Britain’s Prime Minister Theresa May gave the EU’s Donald Tusk a firm slap down after he sparked a huge row with Brexiteers.
The PM fronted up the EU boss and told him his outrageous comments were “not helpful” and caused “widespread dismay” in the UK.
After talks with several EU leaders she told reporters before heading back to Britain: “I’ve raised with President Tusk the language that he used yesterday, which is not helpful and caused widespread dismay in the United Kingdom.”
Mr Tusk sparked uproar by saying there was a “place in hell” reserved for Brexiteers who campaigned to leave without a plan.
Ms May vowed on Thursday that she would reach a deal to ensure Britain leaves the European Union on schedule on March 29, after talks with EU leaders.
“I’m going to deliver Brexit, I’m going to deliver it on time. I’ll be negotiating hard in the coming days to do just that,” Mrs May told reporters in Brussels.
European Union leader Jean-Claude Juncker and May agreed on Thursday to hold further talks on Britain’s withdrawal from the bloc, after what they described as a “robust” meeting.
EU negotiator Michel Barnier will meet Britain’s Brexit Minister Stephen Barclay on Monday in Strasbourg and May and Juncker themselves will get back together before the end of February, a spokesman said.
In a joint statement issued after Prime Minister May met Juncker at EU headquarters in Brussels, the pair confirmed that the European Commission president had warned the British premier that the Brexit withdrawal deal cannot be renegotiated.
But he “expressed his openness to add wording” to a parallel political declaration laying out ambitions for future EU-UK ties if London wants to seek a “more ambitious” closer relationship after Brexit.
May, however, urged that the withdrawal agreement itself be changed, and reminded Juncker that the British parliament had mandated her to seek “a legally binding change to the terms of the backstop.”
This is a clause in the withdrawal agreement, signed last November, that would keep Britain in the EU customs union even after a post-Brexit transition period if no way is found to keep the Irish border open.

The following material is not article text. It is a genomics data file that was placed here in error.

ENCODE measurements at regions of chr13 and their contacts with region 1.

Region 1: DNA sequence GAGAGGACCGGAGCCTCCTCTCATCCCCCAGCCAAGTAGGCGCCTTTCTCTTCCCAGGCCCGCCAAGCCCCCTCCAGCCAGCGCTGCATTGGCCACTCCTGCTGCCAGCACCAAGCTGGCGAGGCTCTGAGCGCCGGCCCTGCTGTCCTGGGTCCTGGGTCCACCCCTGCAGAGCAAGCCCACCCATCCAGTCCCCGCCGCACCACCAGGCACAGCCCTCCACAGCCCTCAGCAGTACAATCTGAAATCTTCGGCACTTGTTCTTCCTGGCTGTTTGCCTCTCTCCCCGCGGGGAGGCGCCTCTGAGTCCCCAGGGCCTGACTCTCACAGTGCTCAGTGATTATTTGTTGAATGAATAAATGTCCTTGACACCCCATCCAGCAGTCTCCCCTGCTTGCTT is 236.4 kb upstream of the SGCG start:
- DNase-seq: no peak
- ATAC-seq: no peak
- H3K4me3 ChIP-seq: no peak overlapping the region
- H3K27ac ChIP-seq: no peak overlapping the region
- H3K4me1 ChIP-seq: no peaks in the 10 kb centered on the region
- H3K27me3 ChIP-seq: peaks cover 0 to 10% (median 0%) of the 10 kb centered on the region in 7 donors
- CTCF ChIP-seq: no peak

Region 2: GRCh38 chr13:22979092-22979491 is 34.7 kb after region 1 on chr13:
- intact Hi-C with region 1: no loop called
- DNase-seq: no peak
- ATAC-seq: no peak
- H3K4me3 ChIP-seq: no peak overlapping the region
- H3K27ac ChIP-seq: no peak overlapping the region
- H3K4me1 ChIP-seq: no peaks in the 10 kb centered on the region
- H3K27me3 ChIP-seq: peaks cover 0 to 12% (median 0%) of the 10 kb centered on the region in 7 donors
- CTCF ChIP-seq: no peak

“The discussion was robust but constructive,” the joint statement said. “Despite the challenges, the two leaders agreed that their teams should hold talks as to whether a way through can be found that would gain the broadest possible support in the UK parliament and respect the guidelines agreed by the European Council.”
If no agreement is reached on the withdrawal deal, which has yet to be approved by either the British or EU parliaments, Britain will “crash out” of the union with no follow-on trade arrangements on March 29.
Describing the approximately 90-minute meeting between Juncker and May as “robust but constructive,” Juncker spokesman Margaritis Schinas said that the EU and Britain had already “made significant concessions to get a deal.”
May and Juncker are due to meet again before the end of the month.
The British economy is set to grow at its slowest rate since the global financial crisis a decade ago as the “fog of Brexit” causes heightened uncertainty, the Bank of England warned Thursday.
With Britain due to leave the European Union in just 50 days, the central bank said that questions over Brexit are weighing so much on the economy that there’s a one-in-four chance it could slip into recession this year – even if a Brexit deal is reached.
Bank of England Governor Mark Carney said the “fog of Brexit” is weighing heavily on businesses’ investment decisions, while households are starting to spend less.
“Given the dynamics of the negotiations, we are now assuming uncertainty remains elevated for a while and that financial conditions stay tighter for longer,” he said in a press briefing after the bank’s nine-member policy committee kept its main interest rate at 0.75 per cent.
“Although many companies are stepping up their contingency planning, the economy as a whole is still not yet prepared for a no-deal, no-transition exit,” he said.
The Bank of England said that the Brexit uncertainties and a weaker global economy overall mean that British growth this year is likely to be 1.2 per cent. That’s down sharply from the 1.7 per cent predicted in November and below 2018’s 1.4 per cent. It would make for the worst year in Britain since a 4.2 per cent contraction in 2009.
The economy is slowing despite a modest boost from firms stockpiling as they prepare for a potential “no-deal” Brexit, which could lead to tariffs on exports to the EU and serious disruptions to the flow of goods.
Carney said that the possibility of a “no-deal” Brexit has gone up since the aftermath of the Brexit vote in 2016, when it was considered unlikely. “It’s a statement of the obvious,” he said.
Britain is due to leave the EU on March 29 but last month the national parliament overwhelmingly rejected the deal that Prime Minister Theresa May had agreed on with the EU.